Keeping Safe at Sea: What Could Save Your Life on Board

As globalization and international trade continue to grow, so does the need for shipping services that carry goods from one port to another. Given that most of the Earth’s surface is water and that oceans and seas can separate countries and continents, sometimes shipping by sea is one way to deliver goods arriving at their intended destination. Seaports continue to play a significant role in the world economy, with port cities seeing hundreds of ships arriving at their shores daily.

Given their widespread use, both industrial and commercial ships must be constructed in such ways that prepare them for long journeys in harsh marine environments. A big consideration is making sure that the electric marine cables are not damaged by the conditions at sea. As a result, the cables used in the marine industry are specially designed to withstand the elements and protect them from damage.

Here are some common safety problems and results that may arise should different cables be used in ships, and how marine-grade cable can prevent future problems:


Cables are primarily made up of copper, which is a good conductor of electricity. However, when exposed to saltwater conditions, such wires can corrode easily and lose their ability to carry current.

As a result, marine cable wire is made up of tinned copper, which is a copper wire that is coated with a base alloy, tin. Tin can counter the effects of oxidation and could protect the wire from corrosion. It also further strengthens the natural properties of copper, making wires more resistant to high temperatures and wet environments.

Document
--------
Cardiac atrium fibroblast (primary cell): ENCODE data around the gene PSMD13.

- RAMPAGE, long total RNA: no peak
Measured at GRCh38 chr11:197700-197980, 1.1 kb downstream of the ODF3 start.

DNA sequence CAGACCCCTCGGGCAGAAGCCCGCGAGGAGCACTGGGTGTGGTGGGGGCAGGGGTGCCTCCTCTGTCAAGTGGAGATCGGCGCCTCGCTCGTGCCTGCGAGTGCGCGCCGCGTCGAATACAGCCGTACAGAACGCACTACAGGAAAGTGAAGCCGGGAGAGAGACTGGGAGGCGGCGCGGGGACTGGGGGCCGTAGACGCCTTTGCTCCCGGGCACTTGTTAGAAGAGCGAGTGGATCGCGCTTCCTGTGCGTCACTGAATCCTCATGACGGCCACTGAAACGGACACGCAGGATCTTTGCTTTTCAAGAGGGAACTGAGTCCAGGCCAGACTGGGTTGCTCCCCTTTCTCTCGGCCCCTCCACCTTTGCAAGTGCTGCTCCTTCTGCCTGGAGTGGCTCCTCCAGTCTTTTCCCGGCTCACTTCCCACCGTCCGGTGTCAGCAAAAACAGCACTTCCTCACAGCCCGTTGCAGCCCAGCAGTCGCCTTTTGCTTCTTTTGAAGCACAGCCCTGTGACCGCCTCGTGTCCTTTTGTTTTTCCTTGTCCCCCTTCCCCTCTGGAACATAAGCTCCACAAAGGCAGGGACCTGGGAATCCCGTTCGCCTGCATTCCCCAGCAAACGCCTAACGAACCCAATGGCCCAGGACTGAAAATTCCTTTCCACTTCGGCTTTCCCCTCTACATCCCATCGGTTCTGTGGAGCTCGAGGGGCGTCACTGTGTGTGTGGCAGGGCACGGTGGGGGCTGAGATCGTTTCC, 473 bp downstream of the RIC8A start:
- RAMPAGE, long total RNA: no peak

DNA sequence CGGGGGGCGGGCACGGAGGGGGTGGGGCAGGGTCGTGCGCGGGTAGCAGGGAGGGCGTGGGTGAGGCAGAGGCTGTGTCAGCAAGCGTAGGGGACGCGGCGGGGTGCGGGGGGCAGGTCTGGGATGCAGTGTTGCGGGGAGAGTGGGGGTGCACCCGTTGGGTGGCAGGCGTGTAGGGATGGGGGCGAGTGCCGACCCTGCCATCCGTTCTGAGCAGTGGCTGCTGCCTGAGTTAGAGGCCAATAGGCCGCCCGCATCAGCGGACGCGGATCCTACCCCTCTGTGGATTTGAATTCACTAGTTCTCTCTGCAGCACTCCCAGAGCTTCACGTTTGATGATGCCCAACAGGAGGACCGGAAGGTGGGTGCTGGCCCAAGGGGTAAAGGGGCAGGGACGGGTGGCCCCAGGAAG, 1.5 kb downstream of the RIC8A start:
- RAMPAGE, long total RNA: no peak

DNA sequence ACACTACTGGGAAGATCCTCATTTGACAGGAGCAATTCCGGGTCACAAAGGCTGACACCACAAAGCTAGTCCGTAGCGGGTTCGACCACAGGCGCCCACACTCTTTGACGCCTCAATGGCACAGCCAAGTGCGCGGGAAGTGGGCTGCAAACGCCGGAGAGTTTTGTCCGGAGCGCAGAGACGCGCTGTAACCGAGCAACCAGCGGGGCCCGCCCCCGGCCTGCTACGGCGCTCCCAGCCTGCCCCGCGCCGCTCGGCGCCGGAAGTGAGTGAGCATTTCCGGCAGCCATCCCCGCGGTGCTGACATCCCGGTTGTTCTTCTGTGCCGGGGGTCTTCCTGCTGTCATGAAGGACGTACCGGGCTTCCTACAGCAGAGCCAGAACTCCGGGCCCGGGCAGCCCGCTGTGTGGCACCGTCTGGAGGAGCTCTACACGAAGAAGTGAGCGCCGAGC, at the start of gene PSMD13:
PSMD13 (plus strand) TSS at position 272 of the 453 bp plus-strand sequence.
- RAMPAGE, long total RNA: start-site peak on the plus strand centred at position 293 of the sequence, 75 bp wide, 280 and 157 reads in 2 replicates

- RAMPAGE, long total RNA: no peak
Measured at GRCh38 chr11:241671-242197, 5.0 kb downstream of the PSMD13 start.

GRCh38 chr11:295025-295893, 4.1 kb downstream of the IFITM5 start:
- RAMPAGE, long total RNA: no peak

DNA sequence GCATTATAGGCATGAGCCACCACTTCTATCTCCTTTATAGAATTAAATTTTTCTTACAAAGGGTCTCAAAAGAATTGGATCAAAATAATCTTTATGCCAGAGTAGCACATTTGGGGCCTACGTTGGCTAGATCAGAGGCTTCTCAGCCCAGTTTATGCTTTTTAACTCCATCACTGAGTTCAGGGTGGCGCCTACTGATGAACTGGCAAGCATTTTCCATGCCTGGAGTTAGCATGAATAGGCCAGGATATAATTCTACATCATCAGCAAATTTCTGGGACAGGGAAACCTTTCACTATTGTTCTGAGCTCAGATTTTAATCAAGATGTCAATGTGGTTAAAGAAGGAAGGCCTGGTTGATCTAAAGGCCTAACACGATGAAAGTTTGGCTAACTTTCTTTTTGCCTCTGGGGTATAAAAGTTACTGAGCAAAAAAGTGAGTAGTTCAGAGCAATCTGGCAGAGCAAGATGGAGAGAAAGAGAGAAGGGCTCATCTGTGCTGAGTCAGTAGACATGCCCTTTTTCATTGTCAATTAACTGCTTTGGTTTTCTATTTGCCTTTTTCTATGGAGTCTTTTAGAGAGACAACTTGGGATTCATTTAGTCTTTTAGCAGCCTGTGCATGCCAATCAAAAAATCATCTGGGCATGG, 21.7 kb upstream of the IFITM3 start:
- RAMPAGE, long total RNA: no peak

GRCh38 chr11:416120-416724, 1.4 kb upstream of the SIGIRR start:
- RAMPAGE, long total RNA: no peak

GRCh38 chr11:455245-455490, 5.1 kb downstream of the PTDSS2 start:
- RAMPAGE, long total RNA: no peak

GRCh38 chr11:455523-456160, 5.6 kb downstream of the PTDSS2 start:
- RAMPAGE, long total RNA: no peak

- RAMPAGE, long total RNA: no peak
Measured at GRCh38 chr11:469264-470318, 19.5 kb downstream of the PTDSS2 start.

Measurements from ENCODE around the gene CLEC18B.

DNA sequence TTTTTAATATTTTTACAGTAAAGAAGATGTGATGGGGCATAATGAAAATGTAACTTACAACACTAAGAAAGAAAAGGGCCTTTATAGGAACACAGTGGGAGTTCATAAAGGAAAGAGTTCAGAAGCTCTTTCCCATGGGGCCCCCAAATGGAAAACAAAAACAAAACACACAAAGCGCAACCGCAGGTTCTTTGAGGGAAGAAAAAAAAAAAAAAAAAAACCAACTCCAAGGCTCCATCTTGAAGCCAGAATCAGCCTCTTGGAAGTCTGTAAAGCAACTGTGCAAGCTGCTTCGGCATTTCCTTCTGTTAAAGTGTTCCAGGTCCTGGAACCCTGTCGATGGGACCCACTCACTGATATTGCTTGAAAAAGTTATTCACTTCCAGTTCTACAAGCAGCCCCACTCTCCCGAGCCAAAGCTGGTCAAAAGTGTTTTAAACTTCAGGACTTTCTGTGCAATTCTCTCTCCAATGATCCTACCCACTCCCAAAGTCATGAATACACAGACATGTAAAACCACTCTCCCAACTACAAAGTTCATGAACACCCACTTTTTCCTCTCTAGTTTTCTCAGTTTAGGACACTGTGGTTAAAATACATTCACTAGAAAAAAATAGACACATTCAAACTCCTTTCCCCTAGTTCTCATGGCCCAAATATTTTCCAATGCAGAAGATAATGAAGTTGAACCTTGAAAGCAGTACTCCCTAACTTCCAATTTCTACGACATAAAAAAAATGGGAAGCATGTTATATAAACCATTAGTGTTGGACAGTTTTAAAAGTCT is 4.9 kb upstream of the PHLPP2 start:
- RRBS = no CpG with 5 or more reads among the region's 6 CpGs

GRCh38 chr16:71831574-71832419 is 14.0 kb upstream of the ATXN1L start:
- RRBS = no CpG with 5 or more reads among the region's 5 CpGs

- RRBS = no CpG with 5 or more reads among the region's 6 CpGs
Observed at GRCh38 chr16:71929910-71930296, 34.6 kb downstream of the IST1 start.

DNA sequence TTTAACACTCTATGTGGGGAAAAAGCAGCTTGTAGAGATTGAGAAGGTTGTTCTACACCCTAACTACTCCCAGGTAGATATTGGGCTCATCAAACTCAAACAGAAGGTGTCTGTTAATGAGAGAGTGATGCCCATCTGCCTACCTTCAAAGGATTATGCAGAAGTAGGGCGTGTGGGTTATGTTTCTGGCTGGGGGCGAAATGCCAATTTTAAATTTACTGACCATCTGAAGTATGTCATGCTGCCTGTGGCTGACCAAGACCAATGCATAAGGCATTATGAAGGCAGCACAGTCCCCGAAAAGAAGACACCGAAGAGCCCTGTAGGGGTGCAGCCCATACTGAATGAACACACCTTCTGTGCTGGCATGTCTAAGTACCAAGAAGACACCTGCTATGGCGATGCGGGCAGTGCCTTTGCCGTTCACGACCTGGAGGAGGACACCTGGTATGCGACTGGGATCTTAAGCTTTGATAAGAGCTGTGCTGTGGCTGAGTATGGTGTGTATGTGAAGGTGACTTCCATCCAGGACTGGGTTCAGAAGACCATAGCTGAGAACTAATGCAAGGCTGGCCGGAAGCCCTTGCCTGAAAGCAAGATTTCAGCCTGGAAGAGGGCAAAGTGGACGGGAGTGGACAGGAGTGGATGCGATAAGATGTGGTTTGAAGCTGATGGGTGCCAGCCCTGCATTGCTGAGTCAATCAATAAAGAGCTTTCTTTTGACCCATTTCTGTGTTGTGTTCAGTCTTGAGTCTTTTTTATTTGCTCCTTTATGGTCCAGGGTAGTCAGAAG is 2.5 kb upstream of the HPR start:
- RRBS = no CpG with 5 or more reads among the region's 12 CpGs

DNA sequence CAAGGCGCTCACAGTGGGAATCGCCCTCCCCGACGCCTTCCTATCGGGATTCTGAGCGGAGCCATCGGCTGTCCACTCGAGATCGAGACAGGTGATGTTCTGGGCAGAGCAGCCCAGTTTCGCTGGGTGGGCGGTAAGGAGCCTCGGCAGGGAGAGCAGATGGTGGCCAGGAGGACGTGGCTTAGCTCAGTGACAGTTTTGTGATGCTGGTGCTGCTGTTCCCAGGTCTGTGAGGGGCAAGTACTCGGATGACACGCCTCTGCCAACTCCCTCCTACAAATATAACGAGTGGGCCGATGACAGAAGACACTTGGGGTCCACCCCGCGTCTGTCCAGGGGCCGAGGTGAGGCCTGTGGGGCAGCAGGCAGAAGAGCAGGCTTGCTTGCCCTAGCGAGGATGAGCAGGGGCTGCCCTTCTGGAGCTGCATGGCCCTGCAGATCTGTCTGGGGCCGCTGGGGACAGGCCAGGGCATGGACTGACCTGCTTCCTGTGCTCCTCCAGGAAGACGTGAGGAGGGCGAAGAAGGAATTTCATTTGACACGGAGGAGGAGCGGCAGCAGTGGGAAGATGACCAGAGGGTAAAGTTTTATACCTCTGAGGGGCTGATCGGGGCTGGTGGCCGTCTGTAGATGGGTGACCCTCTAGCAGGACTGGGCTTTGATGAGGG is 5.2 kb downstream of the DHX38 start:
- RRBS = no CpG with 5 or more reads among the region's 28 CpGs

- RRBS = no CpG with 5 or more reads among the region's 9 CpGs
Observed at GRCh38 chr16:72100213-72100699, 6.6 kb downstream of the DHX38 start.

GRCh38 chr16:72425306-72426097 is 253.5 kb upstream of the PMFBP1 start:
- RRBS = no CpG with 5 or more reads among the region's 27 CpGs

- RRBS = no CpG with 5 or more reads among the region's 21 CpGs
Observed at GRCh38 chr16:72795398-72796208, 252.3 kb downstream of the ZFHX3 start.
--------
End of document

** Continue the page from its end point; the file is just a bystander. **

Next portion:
Marine wire also contains more copper than an automotive cable and is also covered with a durable PVC jacket that makes it flexible and able to reach tight spaces, such as boat hulls. This added protection makes marine cables necessary on ships and other oceanic vessels.


Intervention Boat

If a cable corrodes and has its current carrying capacity reduced, this could lead to overheating in the machinery and within your ship. Corrosion may occur due to exposure to various elements and chemicals like fuel, water, oils, and high heat. This ends up damaging the insulation and affecting the ability of the wire to carry a certain current, though the current itself does not change. This could lead to short-circuits, and sparks, and could even start a fire within your ship. Avoid such scenarios; make sure the cables must be properly insulated by a material that will protect them from corrosion, which is the case with marine cables.


Cables used at sea must also deal with vibration, which is very common as a result of the constant movement of ships as they float on the water. If the cables that are used are not built to be vibration-resistant, cracks and breaks may form on the insulation. This could allow foreign substances in, which contributes to the problems of corrosion and overheating.

Marine cable is designed specifically for use in oceans and seas and is best equipped to withstand these unique conditions. Hence, to avoid any potential disasters at sea, using a marine cable when constructing your ship is the best step you can take.

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